Featured Articles

TSMC: Volume production of 16nm FinFET in 2H 2015

TSMC: Volume production of 16nm FinFET in 2H 2015

TSMC has announced that it will begin volume production of 16nm FinFET products in the second half of 2015, in late…

More...
AMD misses earnings targets, announces layoffs

AMD misses earnings targets, announces layoffs

AMD has missed earnings targets and is planning a substantial job cuts. The company reported quarterly earnings yesterday and the street is…

More...
Did Google botch the Nexus 6 and Nexus 9?

Did Google botch the Nexus 6 and Nexus 9?

As expected, Google has finally released the eagerly awaited Nexus 6 phablet and its first 64-bit device, the Nexus 9 tablet.

More...
Gainward GTX 970 Phantom previewed

Gainward GTX 970 Phantom previewed

Nvidia has released two new graphics cards based on its latest Maxwell GPU architecture. The Geforce GTX 970 and Geforce GTX…

More...
EVGA GTX 970 SC ACX 2.0 reviewed

EVGA GTX 970 SC ACX 2.0 reviewed

Nvidia has released two new graphics cards based on its latest Maxwell GPU architecture. The Geforce GTX 970 and Geforce GTX…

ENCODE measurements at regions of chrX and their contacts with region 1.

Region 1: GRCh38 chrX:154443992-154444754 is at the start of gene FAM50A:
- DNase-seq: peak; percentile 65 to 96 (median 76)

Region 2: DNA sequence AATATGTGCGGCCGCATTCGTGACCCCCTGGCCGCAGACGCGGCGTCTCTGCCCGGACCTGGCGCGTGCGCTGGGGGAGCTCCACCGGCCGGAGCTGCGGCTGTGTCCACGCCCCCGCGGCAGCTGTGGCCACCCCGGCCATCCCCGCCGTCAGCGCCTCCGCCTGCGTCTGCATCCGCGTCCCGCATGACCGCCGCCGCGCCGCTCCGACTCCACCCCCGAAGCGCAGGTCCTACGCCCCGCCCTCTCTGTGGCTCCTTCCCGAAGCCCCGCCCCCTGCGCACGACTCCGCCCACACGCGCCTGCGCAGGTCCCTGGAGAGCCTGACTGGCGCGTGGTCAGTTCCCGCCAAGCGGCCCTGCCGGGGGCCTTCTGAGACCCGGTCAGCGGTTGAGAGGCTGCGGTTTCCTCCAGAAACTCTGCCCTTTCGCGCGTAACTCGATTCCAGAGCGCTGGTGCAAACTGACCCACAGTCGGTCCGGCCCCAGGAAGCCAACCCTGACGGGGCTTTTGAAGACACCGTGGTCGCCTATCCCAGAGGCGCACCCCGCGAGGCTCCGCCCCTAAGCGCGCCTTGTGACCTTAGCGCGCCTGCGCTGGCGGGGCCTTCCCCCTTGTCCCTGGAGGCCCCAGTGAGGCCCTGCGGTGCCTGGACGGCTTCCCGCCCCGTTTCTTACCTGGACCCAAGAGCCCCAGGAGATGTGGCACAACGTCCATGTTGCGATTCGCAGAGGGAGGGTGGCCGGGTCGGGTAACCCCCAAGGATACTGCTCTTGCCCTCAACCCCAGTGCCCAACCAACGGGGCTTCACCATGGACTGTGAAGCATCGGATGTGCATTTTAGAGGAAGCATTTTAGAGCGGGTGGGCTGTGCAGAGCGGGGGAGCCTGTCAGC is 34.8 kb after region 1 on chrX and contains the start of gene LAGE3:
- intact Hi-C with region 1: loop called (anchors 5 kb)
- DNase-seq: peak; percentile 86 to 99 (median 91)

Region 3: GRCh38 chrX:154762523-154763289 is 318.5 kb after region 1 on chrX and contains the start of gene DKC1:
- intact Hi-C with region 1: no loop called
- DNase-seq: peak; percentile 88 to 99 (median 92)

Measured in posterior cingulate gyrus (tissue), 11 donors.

More...
Frontpage Slideshow | Copyright © 2006-2010 orks, a business unit of Nuevvo Webware Ltd.
Monday, 10 January 2011 13:29

US welfare computer system close to meltdown

Written by Nick Farell


Fixing it would be socialism
The US Welfare system, which face it is fairly ephemeral, is about to slow down to a stop because its  computer system is about to go into overload.

The Social Security Administration (SSA) is desperate to move to a new data centre,  but the existing software is proving too difficult to update. A recent report by the agency's inspector general Patrick O'Carroll said that the department is grappling with a host of IT infrastructure projects and it is getting beaten to a pulp.

The department needs to replace the SSA's National Computer Center (NCC) which was built in 1979 in the next few years. So far it has been given $500 million so far to replace the outdated centre, But it is being seen as too little, to late and it is believed that it will break down by 2012. However, new centre will not be ready until 2015

Part of the problem is that the majority of the code that the department relies on is penned in COBOL. Replacing them has been deemed "too risky", so the SSA must figure out a way to restructure them to modernise the applications.

Nick Farell

E-mail: This e-mail address is being protected from spambots. You need JavaScript enabled to view it
blog comments powered by Disqus

 

Facebook activity

Latest Commented Articles

Recent Comments